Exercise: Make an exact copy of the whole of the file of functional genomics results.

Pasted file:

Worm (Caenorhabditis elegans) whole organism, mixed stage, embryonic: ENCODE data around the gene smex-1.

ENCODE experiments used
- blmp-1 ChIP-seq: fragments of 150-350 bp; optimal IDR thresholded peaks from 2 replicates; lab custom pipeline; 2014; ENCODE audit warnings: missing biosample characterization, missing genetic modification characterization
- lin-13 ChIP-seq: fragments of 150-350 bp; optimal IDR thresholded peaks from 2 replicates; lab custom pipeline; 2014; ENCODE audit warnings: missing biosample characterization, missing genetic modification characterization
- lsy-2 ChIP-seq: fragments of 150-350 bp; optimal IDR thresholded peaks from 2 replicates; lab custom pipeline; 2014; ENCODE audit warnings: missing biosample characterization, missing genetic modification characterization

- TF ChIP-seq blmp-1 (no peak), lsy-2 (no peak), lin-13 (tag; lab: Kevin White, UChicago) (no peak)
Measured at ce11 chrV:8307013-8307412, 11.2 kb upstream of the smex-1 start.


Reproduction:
Worm (Caenorhabditis elegans) whole organism, mixed stage, embryonic: ENCODE data around the gene smex-1.

ENCODE experiments used
- blmp-1 ChIP-seq: fragments of 150-350 bp; optimal IDR thresholded peaks from 2 replicates; lab custom pipeline; 2014; ENCODE audit warnings: missing biosample characterization, missing genetic modification characterization
- lin-13 ChIP-seq: fragments of 150-350 bp; optimal IDR thresholded peaks from 2 replicates; lab custom pipeline; 2014; ENCODE audit warnings: missing biosample characterization, missing genetic modification characterization
- lsy-2 ChIP-seq: fragments of 150-350 bp; optimal IDR thresholded peaks from 2 replicates; lab custom pipeline; 2014; ENCODE audit warnings: missing biosample characterization, missing genetic modification characterization

- TF ChIP-seq blmp-1 (no peak), lsy-2 (no peak), lin-13 (tag; lab: Kevin White, UChicago) (no peak)
Measured at ce11 chrV:8307013-8307412, 11.2 kb upstream of the smex-1 start.